Poland Looks Ahead

Memorization of places, dates, and names is like fool’s gold, someone once stated, because it is so easy to mistake them for the real thing: knowledge. Yet, when we study nations and cultures, we often commit exactly this mistake. A long list of kings and generals is supposed to provide us with thorough insight into a country’s kingdoms and troops. An even longer list of dates and places should provide us with an understanding of why those dates and places became important in the first place, correct? In the end, we realize that, to analyze, we cannot simply memorize. Analysis is concept-based, whereas memorization is fact-based and often, frankly, of trivial purpose.

Analyzing cultures means learning about the big picture. It is like cooking without the recipe and each time creating a dish that is different and better than the one before. Blindly following the recipe makes a meal that tastes identical every single time. Who wants that, except those without imagination and those who believe that only famous individuals are worthy of being ingredients in the great feast called history?

This is why the author refrained from providing you with lists of famous Poles and dates in Polish history. True, the list of famous Polish names is certainly long and impressive. Nicolas Copernicus was a rather important individual: He reminded us that Earth is not the center of the universe. Marie Curie was a world-class, Nobel-prize winning chemist, and Frederik Chopin was a giant in the world of classical music. Roman Polanski’s movies brought him worldwide fame. The movie actor Charles Bronson’s family came from Poland’s lands. The most famous Pole of recent times was the Roman Catholic Pope John Paul II. This is only a small sample of important names.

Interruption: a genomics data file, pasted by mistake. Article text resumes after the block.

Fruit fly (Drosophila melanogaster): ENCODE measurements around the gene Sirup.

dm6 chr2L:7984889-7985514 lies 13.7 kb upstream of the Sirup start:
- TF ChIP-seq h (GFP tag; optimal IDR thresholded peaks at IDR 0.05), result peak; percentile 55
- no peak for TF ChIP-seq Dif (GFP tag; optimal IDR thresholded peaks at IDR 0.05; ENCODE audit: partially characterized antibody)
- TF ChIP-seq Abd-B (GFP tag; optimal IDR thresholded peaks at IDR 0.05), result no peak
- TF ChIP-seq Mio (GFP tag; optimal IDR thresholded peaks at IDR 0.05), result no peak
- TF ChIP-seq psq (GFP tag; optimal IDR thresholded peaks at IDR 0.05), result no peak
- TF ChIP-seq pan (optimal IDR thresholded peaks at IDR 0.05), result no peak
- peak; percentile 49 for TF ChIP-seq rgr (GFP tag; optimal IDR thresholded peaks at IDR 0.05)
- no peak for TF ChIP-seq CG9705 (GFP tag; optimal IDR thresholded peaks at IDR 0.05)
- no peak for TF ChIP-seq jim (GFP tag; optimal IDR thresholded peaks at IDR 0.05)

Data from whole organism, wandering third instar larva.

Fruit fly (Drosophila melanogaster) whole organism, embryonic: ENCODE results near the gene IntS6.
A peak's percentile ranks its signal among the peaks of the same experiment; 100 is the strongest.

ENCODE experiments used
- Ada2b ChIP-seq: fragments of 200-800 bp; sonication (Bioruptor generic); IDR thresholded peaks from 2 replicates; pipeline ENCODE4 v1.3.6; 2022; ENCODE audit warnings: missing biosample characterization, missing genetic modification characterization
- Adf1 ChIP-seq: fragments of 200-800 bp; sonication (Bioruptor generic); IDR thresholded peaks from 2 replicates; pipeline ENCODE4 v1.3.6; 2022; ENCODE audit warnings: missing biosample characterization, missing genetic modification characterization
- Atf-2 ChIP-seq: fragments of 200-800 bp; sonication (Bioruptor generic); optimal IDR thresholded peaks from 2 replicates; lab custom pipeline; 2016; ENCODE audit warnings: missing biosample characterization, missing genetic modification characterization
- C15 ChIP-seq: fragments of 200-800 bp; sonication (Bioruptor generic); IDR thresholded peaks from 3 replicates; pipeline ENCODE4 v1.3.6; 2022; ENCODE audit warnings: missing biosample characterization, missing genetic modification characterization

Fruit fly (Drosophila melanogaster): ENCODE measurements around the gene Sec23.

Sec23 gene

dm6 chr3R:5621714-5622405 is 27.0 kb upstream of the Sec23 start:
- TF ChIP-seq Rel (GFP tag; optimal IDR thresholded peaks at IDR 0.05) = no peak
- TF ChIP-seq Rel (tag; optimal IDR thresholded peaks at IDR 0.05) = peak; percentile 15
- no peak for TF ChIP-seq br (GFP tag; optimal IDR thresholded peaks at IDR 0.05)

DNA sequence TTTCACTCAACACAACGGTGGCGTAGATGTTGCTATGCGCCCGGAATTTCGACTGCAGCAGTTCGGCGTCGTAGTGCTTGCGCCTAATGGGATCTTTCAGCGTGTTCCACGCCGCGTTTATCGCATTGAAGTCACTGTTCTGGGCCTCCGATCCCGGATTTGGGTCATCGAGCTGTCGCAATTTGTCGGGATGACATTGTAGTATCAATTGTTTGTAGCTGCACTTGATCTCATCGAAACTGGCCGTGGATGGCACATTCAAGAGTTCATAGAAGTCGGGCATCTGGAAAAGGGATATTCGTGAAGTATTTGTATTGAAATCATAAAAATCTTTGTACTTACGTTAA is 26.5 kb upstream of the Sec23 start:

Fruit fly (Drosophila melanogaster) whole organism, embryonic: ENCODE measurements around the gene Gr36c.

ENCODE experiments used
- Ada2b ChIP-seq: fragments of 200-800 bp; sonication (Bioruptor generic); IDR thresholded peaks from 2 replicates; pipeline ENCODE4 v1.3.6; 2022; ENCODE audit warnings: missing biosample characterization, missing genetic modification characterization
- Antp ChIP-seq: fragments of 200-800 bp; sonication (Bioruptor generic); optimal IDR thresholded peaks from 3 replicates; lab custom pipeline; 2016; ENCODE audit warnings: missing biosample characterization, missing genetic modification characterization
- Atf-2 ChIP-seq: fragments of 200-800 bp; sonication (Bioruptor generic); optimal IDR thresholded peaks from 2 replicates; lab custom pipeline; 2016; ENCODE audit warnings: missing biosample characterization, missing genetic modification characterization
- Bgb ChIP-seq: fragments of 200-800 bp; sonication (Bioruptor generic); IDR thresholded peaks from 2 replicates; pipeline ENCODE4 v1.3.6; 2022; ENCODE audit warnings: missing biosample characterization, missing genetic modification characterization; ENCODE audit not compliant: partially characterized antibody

Yet, at the end of this book, we ask you: What is the big picture of Poland? What factors, internal or external, will steer the nation of almost 40 million inhabitants, and in which direction? How will historical experience from the twentieth century relate to the nation’s twenty-first-century decisions? Basically, we want to know how Poland will evolve during the coming decades. These are much more difficult, and enormously more rewarding, questions to ask and try to answer.

We have learned that Poland has finally broken free of foreign domination and is now a truly independent country which can guide its own destiny. For the people of Poland, this is a new experience. How they will handle this responsibility is anybody’s guess. Will the economic transition eventually pay off and bring Poland to full membership in the developed world? What regional issues we can expect to arise in the foreseeable future, and how will Poland define itself in the global picture? What may happen if Poles, as other Europeans, continue to have very low birth rates that result in a rapidly aging population? These and similar questions must be addressed together if we are to truly comprehend that big picture. Each of us may draw different conclusions, which is why cooking without recipes is much more enjoyable.

The next step is to compare Poland with other countries or regions to see how they relate today and how they will relate in the future. Such a comparison will reveal where Poland fits; that is, it will determine the country’s status as a modern world nation.

At the dawn of twenty-first century, can we assume that the burning antagonisms of the past have now faded away? It takes generations for collective memory to fade from people’s minds. Writing about Poland and its people in the early 1960s, with its memories of two world wars, geographer Norman J.G. Pounds eloquently summarized the cultural pressure of history: “Historical claims—­ and, in the context of central and eastern Europe, this means claims based upon medieval and feudal pretensions—­have no relevance to the twentieth century. It is one of the great tragedies of Europe that peoples of central and eastern Europe, with long historical memories and little historical sense, cling so obstinately to these illusions of vanished grandeur.” This must be faced in the twenty-first century as well.

The introductory chapter underscored one aspect of the contemporary lifestyle that will radically affect Poland’s future and how Poles perceive themselves and the world around them. Generations that came of age in the 1990s and now early 2000s have little, if any, memory of the political hardships of the past. They imagine their future as an opportunity to expand the quality of life through cooperation and without the need for “illusions of vanished grandeur.”